The Human Mirror !-)

Yet another delighter spotted by GeekPress impresario Paul Hsieh on Neatorama: the Human Mirror! Improv Everywhere orchestrated a dozen twins to converge and parallel one another on the NYC subway and cause a scene...

Slum Life in Sierra Leone ~ Another Entry in the Kroo Bay Diary

The BBC today published the latest entry in the diary compiled by the nurses and staff (pictured) at a clinic in Kroo Bay, a slum area of Freetown, Sierra Leone. The photo gallery gives further evidence of local life and their exceedingly challenging circumstances. We urgently need to accelerate prosperity so as to render all such scenes and slums everywhere a thing of the past. And let's also celebrate and revere the dedication and vitality of people -- such as these courageous clinicians -- who persevere beyond the problems of the present while caring for and aiding their fellow citizens.

Augustine's Laws ~ Concentration of Productivity

Engineer-businessman Norman Augustine's book Augustine's Laws is one of the greatest compilations of business wisdom ever. My favorite, perhaps, is this delighter where he visualizes the disproportionate impact of a few producers on overall output...

07 July 2008

News from the 'Tute!

Couple MIT stories of note...MIT Architecture Professor Larry Sass Puts up a prefab at MoMA as "one of five architects featured in a major show this summer at the Museum of Modern Art titled "Home Delivery: Fabricating the Modern Dwelling," which focuses on the importance of prefabricated and sustainable housing." I've spotlighted Larry before because his ideas can transform the enormous construction sector dramatically.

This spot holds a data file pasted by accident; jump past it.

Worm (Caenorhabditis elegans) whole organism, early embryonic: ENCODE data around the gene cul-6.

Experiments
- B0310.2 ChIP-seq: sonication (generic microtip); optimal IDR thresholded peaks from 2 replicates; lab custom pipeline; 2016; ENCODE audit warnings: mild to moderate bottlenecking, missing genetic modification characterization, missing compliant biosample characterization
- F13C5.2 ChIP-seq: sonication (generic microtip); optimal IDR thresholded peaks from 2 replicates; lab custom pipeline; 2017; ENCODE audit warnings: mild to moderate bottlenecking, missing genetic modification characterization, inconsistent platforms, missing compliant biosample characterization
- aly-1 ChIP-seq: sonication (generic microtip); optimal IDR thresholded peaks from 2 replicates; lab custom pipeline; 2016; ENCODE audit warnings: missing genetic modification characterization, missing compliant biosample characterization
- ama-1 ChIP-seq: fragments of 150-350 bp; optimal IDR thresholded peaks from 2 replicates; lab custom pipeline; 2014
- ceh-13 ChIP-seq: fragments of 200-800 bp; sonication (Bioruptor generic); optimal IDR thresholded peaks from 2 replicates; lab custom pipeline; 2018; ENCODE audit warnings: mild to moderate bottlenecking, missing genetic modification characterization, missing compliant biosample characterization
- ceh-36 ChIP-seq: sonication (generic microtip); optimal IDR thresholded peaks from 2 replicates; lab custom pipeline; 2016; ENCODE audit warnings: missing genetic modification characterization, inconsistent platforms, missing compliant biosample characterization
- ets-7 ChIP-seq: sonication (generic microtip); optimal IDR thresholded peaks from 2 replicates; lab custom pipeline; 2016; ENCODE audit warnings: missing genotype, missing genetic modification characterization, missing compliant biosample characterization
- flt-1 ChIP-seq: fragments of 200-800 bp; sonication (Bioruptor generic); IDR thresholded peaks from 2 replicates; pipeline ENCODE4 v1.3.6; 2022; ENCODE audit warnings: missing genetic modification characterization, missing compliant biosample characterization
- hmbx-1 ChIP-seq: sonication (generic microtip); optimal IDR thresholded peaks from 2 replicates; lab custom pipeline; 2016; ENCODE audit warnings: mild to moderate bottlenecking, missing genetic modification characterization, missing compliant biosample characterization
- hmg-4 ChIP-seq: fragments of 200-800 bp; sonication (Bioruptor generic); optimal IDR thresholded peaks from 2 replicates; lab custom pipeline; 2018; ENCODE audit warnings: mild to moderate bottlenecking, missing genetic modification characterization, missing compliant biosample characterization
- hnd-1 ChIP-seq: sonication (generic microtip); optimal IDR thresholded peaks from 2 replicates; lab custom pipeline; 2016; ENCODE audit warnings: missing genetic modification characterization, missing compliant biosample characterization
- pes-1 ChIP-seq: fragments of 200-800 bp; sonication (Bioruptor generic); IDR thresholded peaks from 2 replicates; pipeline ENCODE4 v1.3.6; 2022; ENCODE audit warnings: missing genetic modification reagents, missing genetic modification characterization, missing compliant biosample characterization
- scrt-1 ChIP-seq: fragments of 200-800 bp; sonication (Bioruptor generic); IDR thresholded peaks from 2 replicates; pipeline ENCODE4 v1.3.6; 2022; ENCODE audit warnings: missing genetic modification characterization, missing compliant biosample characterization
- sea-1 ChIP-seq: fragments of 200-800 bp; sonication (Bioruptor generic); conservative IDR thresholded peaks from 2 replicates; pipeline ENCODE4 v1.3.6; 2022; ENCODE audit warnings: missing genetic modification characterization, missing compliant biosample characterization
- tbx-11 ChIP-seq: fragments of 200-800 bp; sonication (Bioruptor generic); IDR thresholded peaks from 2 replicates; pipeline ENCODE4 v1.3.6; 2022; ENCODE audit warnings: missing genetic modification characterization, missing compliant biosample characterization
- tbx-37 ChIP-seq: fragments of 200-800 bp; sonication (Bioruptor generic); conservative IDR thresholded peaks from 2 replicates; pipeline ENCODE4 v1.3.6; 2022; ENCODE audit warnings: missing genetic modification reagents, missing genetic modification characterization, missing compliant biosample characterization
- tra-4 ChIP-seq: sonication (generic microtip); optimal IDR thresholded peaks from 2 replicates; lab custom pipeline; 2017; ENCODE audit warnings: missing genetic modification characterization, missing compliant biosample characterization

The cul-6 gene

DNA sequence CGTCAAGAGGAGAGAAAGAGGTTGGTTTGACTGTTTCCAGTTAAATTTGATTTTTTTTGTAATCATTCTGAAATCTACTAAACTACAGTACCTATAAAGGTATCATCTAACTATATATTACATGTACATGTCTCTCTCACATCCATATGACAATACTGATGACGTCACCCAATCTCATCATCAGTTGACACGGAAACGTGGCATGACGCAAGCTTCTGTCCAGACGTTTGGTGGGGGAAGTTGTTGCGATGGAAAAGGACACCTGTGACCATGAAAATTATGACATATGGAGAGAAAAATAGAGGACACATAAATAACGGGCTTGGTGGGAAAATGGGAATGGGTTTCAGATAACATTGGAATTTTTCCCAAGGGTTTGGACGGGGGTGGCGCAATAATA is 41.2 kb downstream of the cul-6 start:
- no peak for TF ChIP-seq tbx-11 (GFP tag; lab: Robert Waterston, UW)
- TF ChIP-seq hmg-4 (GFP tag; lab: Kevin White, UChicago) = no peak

CNN's Lara Farrar writes Snails inspire design for state-of-the-art robots about MIT Mech E Professor Anette Hosoi's research into the slimey crawlers who can traverse the most remarkable surfaces and orientations. (See also this video of Stanford's StickyBot!-)

MIT alumnus, head of the Venture Mentoring Service, and BOSE Corporation co-founder Sherwin Greenblatt has been tapped as interim CEO of the Alumni Association following Beth Garvin's move to RISD.

06 July 2008

Recommended Readings... 080706

A few interesting items...

GSM World Coverage

Use your GSM phone on one of the 800-plus networks in some 200 countries worldwide...

05 July 2008

Vintage Olympian ~ The Phenomenal Dara Torres!

Olympians are already on a different plane by virtue of their intensity, endurance, and otherwise fanatical and laser focus on premier performance! They occupy a world-apart, a realm most of us cannot probably imagine and certainly not likely approach. There are a number of compelling outlier individuals in the arena of Olympus, but none so inspiring as the American star swimmer Dara Torres, now a five-time Olympic aquarian! This beautiful 41-year old sportswoman supermom (portrayed here with daughter Tessa) has just qualified for and will compete at Beijing 2008!